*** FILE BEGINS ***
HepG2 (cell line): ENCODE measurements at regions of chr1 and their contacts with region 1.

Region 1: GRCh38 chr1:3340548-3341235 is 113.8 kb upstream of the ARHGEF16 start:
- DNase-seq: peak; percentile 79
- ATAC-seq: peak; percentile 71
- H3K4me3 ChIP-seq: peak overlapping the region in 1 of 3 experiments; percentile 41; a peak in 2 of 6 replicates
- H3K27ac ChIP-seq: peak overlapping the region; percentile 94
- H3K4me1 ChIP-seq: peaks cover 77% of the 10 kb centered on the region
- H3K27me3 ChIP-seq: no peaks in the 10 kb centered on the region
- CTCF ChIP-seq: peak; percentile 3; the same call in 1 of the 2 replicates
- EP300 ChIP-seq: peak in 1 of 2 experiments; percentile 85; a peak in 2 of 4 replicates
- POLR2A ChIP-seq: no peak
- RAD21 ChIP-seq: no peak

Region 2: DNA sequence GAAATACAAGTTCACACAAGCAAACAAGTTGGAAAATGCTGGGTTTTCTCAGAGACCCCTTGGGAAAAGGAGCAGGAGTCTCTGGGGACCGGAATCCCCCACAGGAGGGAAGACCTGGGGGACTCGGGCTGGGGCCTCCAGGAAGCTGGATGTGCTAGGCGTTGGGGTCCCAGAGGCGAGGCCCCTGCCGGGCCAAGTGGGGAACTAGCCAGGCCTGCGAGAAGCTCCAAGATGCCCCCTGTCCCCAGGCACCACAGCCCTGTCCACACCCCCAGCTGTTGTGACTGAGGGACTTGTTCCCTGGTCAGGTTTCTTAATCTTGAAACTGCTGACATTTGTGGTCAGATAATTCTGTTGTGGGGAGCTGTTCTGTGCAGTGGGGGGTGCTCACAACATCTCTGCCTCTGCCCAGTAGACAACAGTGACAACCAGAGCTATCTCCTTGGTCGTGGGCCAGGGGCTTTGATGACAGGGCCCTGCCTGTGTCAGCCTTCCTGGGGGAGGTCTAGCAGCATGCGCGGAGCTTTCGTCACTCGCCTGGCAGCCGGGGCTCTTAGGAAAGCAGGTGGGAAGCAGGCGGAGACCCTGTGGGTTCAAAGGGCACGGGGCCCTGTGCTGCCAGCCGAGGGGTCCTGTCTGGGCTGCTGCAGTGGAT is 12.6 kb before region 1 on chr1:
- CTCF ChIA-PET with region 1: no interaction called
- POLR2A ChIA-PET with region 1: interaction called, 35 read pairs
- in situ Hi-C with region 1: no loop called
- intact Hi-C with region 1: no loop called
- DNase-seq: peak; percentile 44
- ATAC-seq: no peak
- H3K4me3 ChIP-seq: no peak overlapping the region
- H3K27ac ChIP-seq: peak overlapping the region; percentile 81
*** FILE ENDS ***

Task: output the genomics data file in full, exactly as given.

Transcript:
HepG2 (cell line): ENCODE measurements at regions of chr1 and their contacts with region 1.

Region 1: GRCh38 chr1:3340548-3341235 is 113.8 kb upstream of the ARHGEF16 start:
- DNase-seq: peak; percentile 79
- ATAC-seq: peak; percentile 71
- H3K4me3 ChIP-seq: peak overlapping the region in 1 of 3 experiments; percentile 41; a peak in 2 of 6 replicates
- H3K27ac ChIP-seq: peak overlapping the region; percentile 94
- H3K4me1 ChIP-seq: peaks cover 77% of the 10 kb centered on the region
- H3K27me3 ChIP-seq: no peaks in the 10 kb centered on the region
- CTCF ChIP-seq: peak; percentile 3; the same call in 1 of the 2 replicates
- EP300 ChIP-seq: peak in 1 of 2 experiments; percentile 85; a peak in 2 of 4 replicates
- POLR2A ChIP-seq: no peak
- RAD21 ChIP-seq: no peak

Region 2: DNA sequence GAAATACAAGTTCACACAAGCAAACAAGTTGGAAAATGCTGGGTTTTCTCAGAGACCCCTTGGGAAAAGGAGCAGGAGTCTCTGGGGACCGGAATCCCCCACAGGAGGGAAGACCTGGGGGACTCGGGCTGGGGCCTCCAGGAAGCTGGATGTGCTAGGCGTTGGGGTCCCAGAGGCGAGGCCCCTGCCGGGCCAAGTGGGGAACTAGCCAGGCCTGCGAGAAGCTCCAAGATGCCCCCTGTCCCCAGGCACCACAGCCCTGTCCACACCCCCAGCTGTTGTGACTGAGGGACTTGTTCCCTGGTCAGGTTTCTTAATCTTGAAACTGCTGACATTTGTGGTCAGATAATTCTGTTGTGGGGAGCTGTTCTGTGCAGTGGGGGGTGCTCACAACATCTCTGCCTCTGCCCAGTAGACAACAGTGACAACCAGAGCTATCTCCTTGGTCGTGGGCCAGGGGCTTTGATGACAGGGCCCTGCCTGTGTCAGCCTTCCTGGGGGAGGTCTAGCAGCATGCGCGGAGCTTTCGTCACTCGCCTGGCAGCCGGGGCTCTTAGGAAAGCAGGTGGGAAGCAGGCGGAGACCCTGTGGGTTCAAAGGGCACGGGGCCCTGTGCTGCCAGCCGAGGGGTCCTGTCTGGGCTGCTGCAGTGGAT is 12.6 kb before region 1 on chr1:
- CTCF ChIA-PET with region 1: no interaction called
- POLR2A ChIA-PET with region 1: interaction called, 35 read pairs
- in situ Hi-C with region 1: no loop called
- intact Hi-C with region 1: no loop called
- DNase-seq: peak; percentile 44
- ATAC-seq: no peak
- H3K4me3 ChIP-seq: no peak overlapping the region
- H3K27ac ChIP-seq: peak overlapping the region; percentile 81